I do. I slept 10 hours last night.

It’s amusing to me how my attitude toward sleep has changed over the years.

As infants, we needed upwards to 12 hours of sleep per day–what?! Of course we fussed and carried on, but we woke up giggling and drooling, thrilled to be rested.

Then it was kindergarten, and nap time was a happy time. Nap mats were laid down, the classroom lights went out, and for a blissful 20 minutes, all was right with the world.

From what I can remember, in elementary school, bed time was too early to merit taking a nap during the week, but on Sundays, the whole family napped. In fourth and fifth grade, I would refuse to take these naps, but I had to stay in my bed in the dark for one hour while everyone else slept. Of course, I’d eventually nod off. My mom is a genius.

In middle school and especially in high school, naps were for losers. The later you could stay up, the better. Thankfully my parents had a really strict–and early–curfew that kept me from staying out late. I would stay up, though, and read. That’s right, kids. Our family had one computer, and it was in the sun room. Once bedtime came, we weren’t allowed out there. No late-night web-surfing for me. It was almost a competition for me, though, on the weekends to see how late I could stay awake. My friend, Sarah Allen, would spend the night, and I’d stay awake talking to her not realizing she’d already fallen asleep. I was determined to pull a ton of all-nighters though, just to say that I did. Who needs sleep anyway, right?

Then college came. A good-night’s sleep for me was the ever-elusive holy grail or like an oasis mirage in a desert-always just out of reach. I was on the NCAA women’s rowing team for six months of my freshman year in college, and between two-a-days, my courses, studying, and spending time with friends, the only things that could get cut were sleeping and eating. I figured I needed food more than sleep to have strength to row, so sleep went out the window. I can remember going two to three days without sleep, then trying to function. It was near impossible!

Believe me folks, I did not think I was cool for never getting a wink. I did think it was neat that my best work came between the hours of 11:00pm-4:00am or so (that’s when most all of my papers were written and assignments were completed), but I never felt the need to brag about my self-induced insomnia. Driving was extremely dangerous as I’d doze off behind the wheel while driving and snooze at red lights. In January of my freshman year, I left the team and got back a hint of my sanity.

I made it through undergrad with a lot of late nights, definitely all-nighters, but I didn’t have the physical toll on me that rowing caused. I was being smarter, I thought. Sleeping around five hours was the norm, and I was thrilled to get it…except, of course, we’re supposed to get around eight hours a night. Who was counting, though? Not me!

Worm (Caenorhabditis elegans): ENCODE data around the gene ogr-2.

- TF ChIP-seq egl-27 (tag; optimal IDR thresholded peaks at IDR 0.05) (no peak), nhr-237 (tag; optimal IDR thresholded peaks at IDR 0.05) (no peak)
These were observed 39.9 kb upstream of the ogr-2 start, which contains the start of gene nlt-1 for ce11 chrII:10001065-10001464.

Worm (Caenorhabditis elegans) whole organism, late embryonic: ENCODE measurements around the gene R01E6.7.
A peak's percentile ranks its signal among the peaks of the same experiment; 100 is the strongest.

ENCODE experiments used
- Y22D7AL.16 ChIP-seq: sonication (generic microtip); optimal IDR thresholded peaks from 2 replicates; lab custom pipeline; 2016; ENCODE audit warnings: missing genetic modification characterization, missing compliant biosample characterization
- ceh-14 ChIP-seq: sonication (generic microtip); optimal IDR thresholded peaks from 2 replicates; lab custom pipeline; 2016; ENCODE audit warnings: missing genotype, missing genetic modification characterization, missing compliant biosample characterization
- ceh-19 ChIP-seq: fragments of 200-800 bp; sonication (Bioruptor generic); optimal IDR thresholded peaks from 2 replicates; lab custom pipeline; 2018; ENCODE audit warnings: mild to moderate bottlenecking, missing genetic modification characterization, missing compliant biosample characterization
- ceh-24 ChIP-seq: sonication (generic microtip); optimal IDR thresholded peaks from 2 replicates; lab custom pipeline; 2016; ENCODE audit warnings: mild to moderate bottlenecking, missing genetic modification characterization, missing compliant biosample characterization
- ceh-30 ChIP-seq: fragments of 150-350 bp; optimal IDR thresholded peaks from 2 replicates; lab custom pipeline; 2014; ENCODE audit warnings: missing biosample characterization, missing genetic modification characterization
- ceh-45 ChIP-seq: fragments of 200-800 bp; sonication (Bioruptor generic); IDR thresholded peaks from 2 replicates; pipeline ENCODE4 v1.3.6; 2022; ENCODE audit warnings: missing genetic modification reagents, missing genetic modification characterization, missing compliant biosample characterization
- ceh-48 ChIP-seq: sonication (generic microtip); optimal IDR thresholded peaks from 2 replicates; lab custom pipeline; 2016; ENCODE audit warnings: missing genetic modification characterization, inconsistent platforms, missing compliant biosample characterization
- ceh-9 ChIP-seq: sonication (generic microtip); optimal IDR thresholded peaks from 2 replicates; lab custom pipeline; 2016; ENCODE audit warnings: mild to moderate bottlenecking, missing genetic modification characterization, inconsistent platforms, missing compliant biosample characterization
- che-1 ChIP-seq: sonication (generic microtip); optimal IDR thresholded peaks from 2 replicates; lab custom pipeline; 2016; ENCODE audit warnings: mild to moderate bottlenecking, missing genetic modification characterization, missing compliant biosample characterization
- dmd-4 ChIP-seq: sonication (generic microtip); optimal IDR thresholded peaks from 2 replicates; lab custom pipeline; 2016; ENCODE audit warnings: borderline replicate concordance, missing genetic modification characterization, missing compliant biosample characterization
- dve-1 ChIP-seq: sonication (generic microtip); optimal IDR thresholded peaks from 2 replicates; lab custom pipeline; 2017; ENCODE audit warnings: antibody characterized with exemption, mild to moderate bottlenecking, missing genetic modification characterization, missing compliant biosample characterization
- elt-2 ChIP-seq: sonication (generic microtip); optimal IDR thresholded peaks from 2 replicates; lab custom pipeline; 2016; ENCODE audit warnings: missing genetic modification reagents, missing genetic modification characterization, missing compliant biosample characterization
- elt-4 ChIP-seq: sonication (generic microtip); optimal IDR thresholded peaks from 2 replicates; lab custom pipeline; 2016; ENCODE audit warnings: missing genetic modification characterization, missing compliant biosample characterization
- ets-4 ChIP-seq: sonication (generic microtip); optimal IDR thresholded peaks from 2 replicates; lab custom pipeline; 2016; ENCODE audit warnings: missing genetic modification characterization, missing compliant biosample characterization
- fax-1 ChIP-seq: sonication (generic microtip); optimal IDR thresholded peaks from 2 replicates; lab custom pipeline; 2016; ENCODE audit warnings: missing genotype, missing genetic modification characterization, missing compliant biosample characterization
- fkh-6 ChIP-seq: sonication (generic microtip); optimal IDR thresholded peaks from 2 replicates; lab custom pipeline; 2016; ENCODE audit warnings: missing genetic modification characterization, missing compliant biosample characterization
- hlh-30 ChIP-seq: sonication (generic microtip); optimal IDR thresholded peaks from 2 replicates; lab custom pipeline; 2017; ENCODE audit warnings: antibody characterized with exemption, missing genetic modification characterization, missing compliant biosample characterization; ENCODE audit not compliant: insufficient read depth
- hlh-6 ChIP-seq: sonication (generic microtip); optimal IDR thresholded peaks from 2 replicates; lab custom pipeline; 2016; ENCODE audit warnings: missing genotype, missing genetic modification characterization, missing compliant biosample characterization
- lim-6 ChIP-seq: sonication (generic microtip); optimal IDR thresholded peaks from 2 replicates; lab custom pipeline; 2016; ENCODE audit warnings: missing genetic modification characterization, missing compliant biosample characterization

I finished undergrad and went straight into graduate school in August 2005 with the notion that I could finish the two-year degree in 1.5 years. Less than a semester in, and many NoDoz-caffeinated beverages-junk food-prompted all-nighters, I knew I needed to finish sooner if I wished to finish at all at the pace I’d set. So I started working to finish in one year.

Second semester, I took a full course load, studied for orals and prepped my thesis proposal–more sleepless nights, indeed. Keep in mind, David and I had been dating for three years at this point, and I wanted to make time for him too. All I could cut out was sleep. I passed orals in early April and got my proposal approved a couple of weeks later. Through the summer, I wrote a chapter of my thesis every other week or so while working on revisions and taking a couple of classes. Once again, my best writing happened late at night, so I cut sleep to ensure that my best writing is what went into my thesis. Brief story of my sleep deprivation (and JCH, you should remember this): I was working on an assignment at my desk after being awake for a couple of days. I got a bowl of Cheerios. I woke up on the floor, Cheerios-untouched a few hours later. How did I get there? No clue. Sleep is precious, people. Precious!

When I graduated in August 2006, I got engaged…the same day. I celebrated with several late nights of spending time with David (who was in town from Houston).

Then I slept.

I have been catching up on sleep ever since, so it probably doesn’t come as a surprise to you that I slept so long last night. Last night was date night, and David offered a massage after dinner. I obliged and fell asleep at 7:30pm. He didn’t wake me up until the alarm did at 5:30.

Sleep and I have had an on-again, off-again relationship for years, but I think it’s safe to say, we’ll be together for good from here on out.

At least until kids enter the picture…